DarkMatter was founded in 2015 by telecom entrepreneur Faisal al-Bannai, and currently employs around 650 people in several countries including Cyprus, Singapore, China, Finland and Canada.

In this January 30, 2018 photo, DarkMatter CEO Faisal al-Bannai speaks to journalists in Abu Dhabi, United Arab Emirates. (AP Photo/Jon Gambrell)

Al-Bannai told the AP last year that DarkMatter was entirely privately held, with a customer base that was 80 percent government agencies and 20% commercial. He declined to name specific clients, but it is widely suspected they include the Signals Intelligence Agency, the Emirati version of the NSA.

In the interview, al-Bannai acknowledged that DarkMatter was recruiting Western intelligence analysts, mainly from the NSA and CIA, for their experience.

While he made no mention of recruiting Israelis, al-Bannai said during the interview that the “only country in the region that’s strong in cybersecurity is Israel… other than that, it’s blank.”

In 2017, the New York Times reported that the private Israeli cybersecurity firm NSO Group mysteriously lost the services of numerous employees, all of them Unit 8200 graduates.

The report said that a private investigator hired by NSO discovered that the former employees had moved to Cyprus and were working at a research and development facility owned by DarkMatter. Sources also told the Times that Israeli programmers ran DarkMatter’s Singapore office.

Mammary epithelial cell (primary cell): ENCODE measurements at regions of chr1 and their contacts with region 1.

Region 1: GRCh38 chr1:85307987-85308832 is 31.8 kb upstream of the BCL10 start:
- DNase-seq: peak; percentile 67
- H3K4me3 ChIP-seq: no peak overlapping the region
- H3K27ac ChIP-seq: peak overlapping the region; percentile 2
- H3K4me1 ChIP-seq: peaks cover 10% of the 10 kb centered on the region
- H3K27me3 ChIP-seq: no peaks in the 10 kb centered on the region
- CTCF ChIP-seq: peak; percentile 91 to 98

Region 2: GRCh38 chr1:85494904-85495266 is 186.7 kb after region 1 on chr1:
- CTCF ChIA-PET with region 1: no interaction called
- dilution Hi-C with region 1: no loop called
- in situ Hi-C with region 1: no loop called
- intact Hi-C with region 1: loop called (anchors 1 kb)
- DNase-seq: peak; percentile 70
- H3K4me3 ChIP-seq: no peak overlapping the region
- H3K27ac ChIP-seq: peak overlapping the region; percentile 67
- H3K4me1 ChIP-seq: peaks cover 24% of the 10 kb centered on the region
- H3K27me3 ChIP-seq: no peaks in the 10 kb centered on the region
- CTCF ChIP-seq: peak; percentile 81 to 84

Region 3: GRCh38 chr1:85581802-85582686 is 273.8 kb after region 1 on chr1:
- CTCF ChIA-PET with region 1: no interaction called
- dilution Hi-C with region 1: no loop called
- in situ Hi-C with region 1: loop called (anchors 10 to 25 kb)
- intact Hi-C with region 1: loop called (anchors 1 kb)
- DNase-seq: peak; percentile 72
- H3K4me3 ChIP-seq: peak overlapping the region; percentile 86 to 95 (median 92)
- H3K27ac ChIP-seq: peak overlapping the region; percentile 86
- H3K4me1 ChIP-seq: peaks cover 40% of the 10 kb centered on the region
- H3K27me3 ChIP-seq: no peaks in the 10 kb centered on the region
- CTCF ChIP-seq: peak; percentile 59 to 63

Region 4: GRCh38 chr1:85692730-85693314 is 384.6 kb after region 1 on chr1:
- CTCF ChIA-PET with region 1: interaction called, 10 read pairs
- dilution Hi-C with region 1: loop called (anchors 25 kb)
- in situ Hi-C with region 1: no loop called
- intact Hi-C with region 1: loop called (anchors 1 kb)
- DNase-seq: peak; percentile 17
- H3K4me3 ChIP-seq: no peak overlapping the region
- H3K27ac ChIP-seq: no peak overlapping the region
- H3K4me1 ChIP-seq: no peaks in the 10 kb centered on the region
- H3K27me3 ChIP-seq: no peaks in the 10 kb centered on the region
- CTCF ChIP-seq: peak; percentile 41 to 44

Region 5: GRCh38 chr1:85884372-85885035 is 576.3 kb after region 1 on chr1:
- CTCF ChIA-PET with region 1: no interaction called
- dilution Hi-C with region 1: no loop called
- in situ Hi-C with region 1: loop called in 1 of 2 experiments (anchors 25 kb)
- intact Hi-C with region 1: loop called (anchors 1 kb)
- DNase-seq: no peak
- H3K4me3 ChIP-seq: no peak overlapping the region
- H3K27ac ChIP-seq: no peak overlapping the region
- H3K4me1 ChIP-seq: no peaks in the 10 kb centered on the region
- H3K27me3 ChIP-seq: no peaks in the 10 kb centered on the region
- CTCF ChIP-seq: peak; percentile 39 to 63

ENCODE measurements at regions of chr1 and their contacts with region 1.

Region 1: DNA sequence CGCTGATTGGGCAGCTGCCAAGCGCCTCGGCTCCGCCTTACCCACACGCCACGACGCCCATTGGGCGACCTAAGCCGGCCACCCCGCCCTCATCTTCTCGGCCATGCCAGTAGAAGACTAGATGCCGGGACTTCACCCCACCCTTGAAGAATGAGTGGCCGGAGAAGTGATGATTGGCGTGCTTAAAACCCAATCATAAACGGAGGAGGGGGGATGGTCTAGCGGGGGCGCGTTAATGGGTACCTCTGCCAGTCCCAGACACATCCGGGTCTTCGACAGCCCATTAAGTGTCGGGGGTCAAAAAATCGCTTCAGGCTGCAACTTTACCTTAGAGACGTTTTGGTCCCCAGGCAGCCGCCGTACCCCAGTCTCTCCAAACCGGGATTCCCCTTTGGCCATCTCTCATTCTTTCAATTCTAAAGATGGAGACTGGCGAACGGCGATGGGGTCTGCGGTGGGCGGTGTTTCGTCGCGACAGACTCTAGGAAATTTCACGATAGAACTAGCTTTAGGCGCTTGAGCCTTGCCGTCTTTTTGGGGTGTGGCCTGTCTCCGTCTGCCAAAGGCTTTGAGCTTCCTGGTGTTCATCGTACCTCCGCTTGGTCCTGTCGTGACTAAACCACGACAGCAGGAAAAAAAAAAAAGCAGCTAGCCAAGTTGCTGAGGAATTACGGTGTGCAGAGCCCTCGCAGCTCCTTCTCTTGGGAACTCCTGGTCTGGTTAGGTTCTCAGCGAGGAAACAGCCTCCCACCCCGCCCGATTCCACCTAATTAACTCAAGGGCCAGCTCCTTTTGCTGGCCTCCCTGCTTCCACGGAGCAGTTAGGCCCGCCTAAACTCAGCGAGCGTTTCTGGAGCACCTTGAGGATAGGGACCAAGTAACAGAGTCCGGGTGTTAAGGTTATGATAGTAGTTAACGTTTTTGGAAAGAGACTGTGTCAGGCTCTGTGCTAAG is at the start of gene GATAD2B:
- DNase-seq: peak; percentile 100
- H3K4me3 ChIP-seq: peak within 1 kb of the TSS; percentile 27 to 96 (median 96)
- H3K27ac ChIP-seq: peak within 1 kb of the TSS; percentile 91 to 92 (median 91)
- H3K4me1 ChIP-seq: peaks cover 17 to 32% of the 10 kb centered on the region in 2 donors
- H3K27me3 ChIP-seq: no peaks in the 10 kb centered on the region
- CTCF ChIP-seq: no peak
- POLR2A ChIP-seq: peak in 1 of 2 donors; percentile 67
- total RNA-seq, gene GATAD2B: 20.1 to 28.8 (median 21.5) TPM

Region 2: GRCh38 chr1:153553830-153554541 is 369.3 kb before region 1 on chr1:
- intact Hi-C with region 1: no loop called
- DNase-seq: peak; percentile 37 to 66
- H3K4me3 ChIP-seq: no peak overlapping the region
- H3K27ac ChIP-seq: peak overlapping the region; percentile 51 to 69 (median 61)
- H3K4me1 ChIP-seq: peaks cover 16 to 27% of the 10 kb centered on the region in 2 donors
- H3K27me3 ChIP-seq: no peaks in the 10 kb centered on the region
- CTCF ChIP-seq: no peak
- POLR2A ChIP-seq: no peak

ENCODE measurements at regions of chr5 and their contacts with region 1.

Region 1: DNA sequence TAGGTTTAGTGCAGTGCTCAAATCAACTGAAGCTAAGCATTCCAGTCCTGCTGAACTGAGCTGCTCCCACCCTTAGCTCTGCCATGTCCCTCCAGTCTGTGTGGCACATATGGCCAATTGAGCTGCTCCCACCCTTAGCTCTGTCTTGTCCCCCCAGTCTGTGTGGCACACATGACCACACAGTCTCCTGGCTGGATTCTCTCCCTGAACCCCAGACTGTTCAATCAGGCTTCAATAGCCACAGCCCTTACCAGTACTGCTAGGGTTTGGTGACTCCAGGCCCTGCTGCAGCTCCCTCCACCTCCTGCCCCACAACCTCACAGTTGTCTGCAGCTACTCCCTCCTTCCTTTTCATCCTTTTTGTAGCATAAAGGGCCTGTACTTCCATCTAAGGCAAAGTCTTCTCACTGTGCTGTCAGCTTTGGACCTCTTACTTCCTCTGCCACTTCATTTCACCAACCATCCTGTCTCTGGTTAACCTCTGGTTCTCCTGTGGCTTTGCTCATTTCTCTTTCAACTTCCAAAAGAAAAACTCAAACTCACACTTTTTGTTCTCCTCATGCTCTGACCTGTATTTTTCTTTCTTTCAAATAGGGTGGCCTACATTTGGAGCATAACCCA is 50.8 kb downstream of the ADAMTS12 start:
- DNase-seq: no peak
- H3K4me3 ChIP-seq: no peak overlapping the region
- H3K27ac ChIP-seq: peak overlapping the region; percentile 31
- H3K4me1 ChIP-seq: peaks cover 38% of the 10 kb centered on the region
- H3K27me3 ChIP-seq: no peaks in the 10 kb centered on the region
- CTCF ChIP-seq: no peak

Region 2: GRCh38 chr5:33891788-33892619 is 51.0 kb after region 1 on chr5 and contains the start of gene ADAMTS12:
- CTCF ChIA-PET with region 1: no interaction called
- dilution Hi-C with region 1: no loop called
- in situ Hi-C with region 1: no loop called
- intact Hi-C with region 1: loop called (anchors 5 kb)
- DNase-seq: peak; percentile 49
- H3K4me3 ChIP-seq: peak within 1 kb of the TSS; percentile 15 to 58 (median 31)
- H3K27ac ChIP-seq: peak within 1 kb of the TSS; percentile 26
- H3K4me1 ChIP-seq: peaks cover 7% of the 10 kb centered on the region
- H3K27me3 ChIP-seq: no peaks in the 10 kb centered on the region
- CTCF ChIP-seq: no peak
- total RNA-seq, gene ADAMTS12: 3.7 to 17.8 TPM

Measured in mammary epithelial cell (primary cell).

Yedioth said DarkMatter was also relocating Israelis to hotels and resorts in Thailand, where they worked on a freelance basis.

It wasn’t clear if the IDF veterans obtained permission to work on foreign intelligence projects from the Defense Ministry, which declined to comment on both TheMarker and Yedioth reports.

Either way, the growing number of Israelis taking the IDF’s cyber expertise abroad has sparked concern in the defense establishment, Yedioth reported.

“It doesn’t make any sense,” a former security official told Yedioth. “When I left the IDF I had to wait two years before I was allowed to enter the private sector. For these people that doesn’t seem to be the case… You can leave your job at military intelligence one day and be working for DarkMatter the next.”

The vaunted 8200 unit — roughly equivalent to the National Security Agency in the US — is highly regarded for its computer prowess and seen as a major incubator of Israel’s high-tech startup culture.

Some graduates of Unit 8200 told TheMarker and Yedioth they turned down the lucrative offers because they felt uneasy with aiding a foreign government that could be hostile to Israel.

Soldiers of the IDF Intelligence Unit attend a ceremony for the appointment of the new chief of Intelligence at Glilot military base, near Tel Aviv, March 28, 2018. (Miriam Alster/Flash90)

“I got a WhatsApp message in Hebrew from [the headhunter] who knew all about me, and my unique area of expertise,” said a 8200 graduate. “He said [the IDF veterans] were doing freelance work for both Israeli and international companies.”

‘Y’ said she turned down the job offer, even though the headhunter “started offering me lots of money… crazy amounts.”